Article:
U.S. House Speaker Kevin McCarthy predicted on Sunday that a majority of his fellow Republicans would support the deal to suspend the $31.4 trillion debt ceiling that he negotiated at the weekend with President Joe Biden.
Hours later, the Democratic president said he was confident the legislation would pass both chambers of Congress to avoid a U.S. government default. Asked if there were any sticking points, the president replied: “None.”
“I’m about to go in to call McCarthy now at 3 o’clock to make sure all the T’s are crossed and the I’s are dotted. I think we’re in good shape,” Biden told reporters on his return to the White House.
After weeks of negotiation, McCarthy and Biden forged a tentative agreement late on Saturday but now face the challenge of getting a deal through the Republican-controlled House of Representatives and Democratic-led Senate before June 5.
Biden and McCarthy were due to speak later on Sunday to finalize the agreement, which has drawn fire from hardline Republicans and progressive Democrats. House Republicans expected on Sunday to unveil legislation to pass the deal.
The White House was due to brief Senate Democrats at 6:30 p.m. (2230 GMT)
Members of the Republican hardline House Freedom Caucus said they would try to prevent the agreement from passing the House in a vote expected on Wednesday.
“We’re going to try,” Representative Chip Roy, a prominent Freedom Caucus member, said in a Sunday tweet.
But McCarthy dismissed threats of opposition within his own party, saying “over 95%” of House Republicans were “overwhelmingly excited” about the deal.
“This is a good strong bill that a majority of Republicans will vote for,” the California Republican told reporters in the U.S. Capitol. “You’re going to have Republicans and Democrats be able to move this to the president.”
McCarthy ‘not at all’ worried he will lose speakership
To win the speaker’s gavel, McCarthy agreed to enable any single House member to call for a vote to unseat him, potentially making him vulnerable to ouster by disgruntled Republicans. The speaker said he was “not at all” concerned about that possibility.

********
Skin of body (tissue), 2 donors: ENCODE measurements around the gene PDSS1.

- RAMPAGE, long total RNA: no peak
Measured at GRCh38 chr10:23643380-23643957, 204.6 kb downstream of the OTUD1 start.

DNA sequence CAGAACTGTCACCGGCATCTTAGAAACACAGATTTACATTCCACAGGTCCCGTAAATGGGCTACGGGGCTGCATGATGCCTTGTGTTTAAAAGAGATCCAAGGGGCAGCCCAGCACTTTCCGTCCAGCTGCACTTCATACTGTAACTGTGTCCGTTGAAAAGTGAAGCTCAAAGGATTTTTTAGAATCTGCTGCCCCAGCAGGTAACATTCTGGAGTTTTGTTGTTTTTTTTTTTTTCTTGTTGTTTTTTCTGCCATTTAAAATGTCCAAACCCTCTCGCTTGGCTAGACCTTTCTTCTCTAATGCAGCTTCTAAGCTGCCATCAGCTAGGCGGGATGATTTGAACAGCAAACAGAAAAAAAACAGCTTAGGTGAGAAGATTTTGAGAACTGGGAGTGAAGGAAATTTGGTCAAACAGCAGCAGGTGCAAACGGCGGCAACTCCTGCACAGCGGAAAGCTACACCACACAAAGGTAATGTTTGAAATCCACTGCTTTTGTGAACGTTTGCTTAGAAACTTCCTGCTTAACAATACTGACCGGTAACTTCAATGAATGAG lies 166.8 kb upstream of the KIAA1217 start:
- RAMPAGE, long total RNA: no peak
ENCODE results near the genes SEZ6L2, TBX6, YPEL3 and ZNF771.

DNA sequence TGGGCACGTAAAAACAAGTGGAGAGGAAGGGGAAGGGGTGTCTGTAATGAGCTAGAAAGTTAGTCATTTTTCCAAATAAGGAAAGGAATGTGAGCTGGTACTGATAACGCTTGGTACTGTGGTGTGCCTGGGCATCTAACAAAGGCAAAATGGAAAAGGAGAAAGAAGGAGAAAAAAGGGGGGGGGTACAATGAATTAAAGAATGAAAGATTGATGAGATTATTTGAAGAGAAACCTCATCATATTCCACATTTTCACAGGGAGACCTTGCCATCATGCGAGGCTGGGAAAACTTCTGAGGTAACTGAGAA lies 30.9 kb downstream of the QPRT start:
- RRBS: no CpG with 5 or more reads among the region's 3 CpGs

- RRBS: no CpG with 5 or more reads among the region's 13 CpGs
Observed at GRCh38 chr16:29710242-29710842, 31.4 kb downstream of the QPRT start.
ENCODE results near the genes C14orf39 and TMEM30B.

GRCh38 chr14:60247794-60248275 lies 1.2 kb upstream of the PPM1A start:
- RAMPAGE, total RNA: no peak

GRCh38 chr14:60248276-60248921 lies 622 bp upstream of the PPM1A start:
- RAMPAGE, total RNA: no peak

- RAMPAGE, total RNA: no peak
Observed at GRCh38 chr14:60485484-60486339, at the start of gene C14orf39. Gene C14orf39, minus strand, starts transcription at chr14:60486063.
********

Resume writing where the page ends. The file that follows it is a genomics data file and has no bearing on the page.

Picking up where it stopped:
Republicans control the House by 222-213, while Democrats control the Senate by 51-49. These narrow margins mean that moderates from both sides will have to support the bill, if the compromise loses the support of the far left and far right wings of each party.
“I’m not happy with some of the things I’m hearing about,” Representative Pramila Jayapal, who chairs the Congressional Progressive Caucus, told CNN’s “State of the Union.”
House Democratic leader Hakeem Jeffries said he expected Democratic support for the deal, but declined in an interview on CBS’s “Face the Nation” to estimate how many of his party members would vote for it.
The deal suspends the debt ceiling until January 2025, after the November 2024 presidential election, while boosting spending on military and veterans’ care, and capping spending for many discretionary domestic programs, according to sources familiar with the talks.
House Democrats, who were due to be briefed on the deal at 5 p.m. (2100 GMT) by the White House, had feared the agreement would parallel a Republican debt ceiling plan that passed the House last month and would have imposed deep cuts on domestic spending.
Progressive Democrats in both chambers had said they would not support any deal that had additional work requirements for government food and healthcare programs. Sources said this deal would add work requirements to food aid for people aged 50 to 54.
Democratic Representative Jim Himes told Fox News that the deal’s relatively “small” scope could attract support from members of Biden’s party.
McCarthy also told Fox News that the deal includes a “paygo” measure that requires the administration to ensure that new spending does not increase the deficit. The deal would also impose a 1% across-the-board spending cut should Congress fail to enact 12 appropriations bills by Oct. 1.
Roy complained on Twitter on Sunday that the agreement would leave intact an expansion of the tax-collecting Internal Revenue Service set in place when Democrats controlled both chambers of Congress.
Republican Senator Lindsey Graham also expressed concern about the deal’s potential effect on U.S. defense and Washington’s support for Ukraine.
“Do not intend to default on debt, but will not support a deal that reduces the size of the Navy and prevents continued technological and weapons assistance to Ukraine,” Graham tweeted.
“Punting at your opponent’s one-yard line isn’t a winning strategy,” Republican Senator Mike Lee said on Twitter.
Several credit-rating agencies have put the United States on review for a possible downgrade, which would push up borrowing costs and undercut its standing as the backbone of the global financial system.